I mentioned in an earlier post about cleaning NES games that the best thing to do is to open the cartridge and use a pencil eraser on the contacts. I don’t advocate any type of actual cleaner, and using brasso on a video game is bad because brasso contains an acid.
So what happens when you get a game where there is oxidation on the contacts? Well, first of all what exactly is oxidation? It’s basically rust. It happens when an electron is lost between two elements. It can actually happen to many different things, and not just metal.
Oxidation in a cartridge can only come from two places… the first is from people blowing into the cartridge. Your saliva is wet and it’s gonna ruin the contacts. The other is simply from living in an extremely humid environment. It could be because you simply live somewhere humid, or your home is humid such as from a swamp or evaporation cooler. It would take a few years of this exposure to actually show the oxidation, but since Nintendo games are around two decades old its a common problem to find.
So how do we fix it? Well with my cheap Terra Cresta I received I had to resort to desperate measures. The contacts were oxidized… BADLY! One of the worst I had ever seen. So rather than sand it off with a nail file like I’ve seen elsewhere, I chose to resort to a modification of a tactic I mentioned earlier about cleaning labels. Your Thumb! It is one of the most abrasive things in the world (as is all of your fingerprints) They are constantly being regenerated, and for the purposes of cleaning a cartridge.. well if it doesn’t hurt your finger it probably won’t hurt your cartridge.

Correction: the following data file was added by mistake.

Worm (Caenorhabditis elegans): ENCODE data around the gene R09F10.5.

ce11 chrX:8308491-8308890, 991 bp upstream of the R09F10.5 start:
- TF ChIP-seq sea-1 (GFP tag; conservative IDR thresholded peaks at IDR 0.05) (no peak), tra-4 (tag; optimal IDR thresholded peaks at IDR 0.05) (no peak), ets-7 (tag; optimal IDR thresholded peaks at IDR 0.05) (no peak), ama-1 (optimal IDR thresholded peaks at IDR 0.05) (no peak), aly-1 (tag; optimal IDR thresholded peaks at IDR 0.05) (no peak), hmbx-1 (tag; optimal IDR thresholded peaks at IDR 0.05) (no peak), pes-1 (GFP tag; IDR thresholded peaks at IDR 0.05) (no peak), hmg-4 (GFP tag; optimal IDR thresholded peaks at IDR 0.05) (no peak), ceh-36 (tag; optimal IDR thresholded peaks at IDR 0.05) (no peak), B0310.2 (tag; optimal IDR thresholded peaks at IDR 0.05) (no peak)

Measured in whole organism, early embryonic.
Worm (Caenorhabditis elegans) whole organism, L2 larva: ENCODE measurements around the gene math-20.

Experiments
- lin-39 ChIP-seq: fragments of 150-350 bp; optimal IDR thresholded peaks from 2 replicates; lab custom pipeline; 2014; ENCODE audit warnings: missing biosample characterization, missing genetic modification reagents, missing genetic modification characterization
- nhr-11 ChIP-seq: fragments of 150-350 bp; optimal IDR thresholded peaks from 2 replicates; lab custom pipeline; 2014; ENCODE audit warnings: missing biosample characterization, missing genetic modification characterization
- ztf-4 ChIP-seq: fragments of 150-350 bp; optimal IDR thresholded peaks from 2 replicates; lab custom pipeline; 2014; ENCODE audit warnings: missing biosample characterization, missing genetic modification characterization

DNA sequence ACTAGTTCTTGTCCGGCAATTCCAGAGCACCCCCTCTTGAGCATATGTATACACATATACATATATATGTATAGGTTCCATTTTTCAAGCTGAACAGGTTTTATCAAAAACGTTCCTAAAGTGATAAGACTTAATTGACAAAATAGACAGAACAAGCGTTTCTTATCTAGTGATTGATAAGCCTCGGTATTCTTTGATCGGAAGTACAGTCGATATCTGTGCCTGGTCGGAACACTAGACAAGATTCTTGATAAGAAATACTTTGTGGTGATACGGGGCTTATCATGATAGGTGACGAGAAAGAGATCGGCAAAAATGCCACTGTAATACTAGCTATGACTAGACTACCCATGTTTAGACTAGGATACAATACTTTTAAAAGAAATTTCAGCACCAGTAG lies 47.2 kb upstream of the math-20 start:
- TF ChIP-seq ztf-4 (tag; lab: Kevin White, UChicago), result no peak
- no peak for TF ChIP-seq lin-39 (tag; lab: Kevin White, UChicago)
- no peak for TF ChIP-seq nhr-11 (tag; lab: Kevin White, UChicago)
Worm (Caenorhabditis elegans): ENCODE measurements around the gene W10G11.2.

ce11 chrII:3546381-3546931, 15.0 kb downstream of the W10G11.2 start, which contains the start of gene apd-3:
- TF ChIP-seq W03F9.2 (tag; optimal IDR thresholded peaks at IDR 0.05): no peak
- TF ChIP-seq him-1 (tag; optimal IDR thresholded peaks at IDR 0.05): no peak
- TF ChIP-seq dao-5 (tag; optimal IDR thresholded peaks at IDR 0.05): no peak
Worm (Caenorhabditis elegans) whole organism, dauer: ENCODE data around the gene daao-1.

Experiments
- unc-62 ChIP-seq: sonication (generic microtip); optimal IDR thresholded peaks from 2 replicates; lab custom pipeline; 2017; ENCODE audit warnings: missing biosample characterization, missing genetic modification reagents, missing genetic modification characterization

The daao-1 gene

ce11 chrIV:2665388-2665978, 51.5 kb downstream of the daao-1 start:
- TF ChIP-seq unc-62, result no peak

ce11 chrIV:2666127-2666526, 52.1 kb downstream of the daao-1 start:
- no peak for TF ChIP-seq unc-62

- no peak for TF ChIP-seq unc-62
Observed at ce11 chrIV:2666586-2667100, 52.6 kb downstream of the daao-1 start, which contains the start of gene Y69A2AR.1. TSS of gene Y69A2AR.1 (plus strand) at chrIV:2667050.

All you need to do is open the cartridge. Take the board out and set it somewhere. Pour some Comet or Ajax cleaner into a cup or on a paper plate. Next, wet your thumb under the sink. It needs to be wet, but not dripping. The moisture is only to make the cleanser stick to your finger. The moisture is not meant to “clean” the cartridge it simply acts as a “glue” to make the abrasive powder stick. Infact, once you press your wet thumb into the powder, the powder should remain looking dry. If it darkens because of the wetness then you’re thumb was too wet!
With your powdered thumb start rubbing the contants avoiding any area in the green and above. Go slowly. Go in circles. Repeat if necessary. This will not scratch the contacts at all, and it should leave them super shiny with all oxidation removed. Use a dry cloth to remove any excess powder that remains.
Thats it, thats all you need to do! Go clean your Nintendo games. Do it. Now!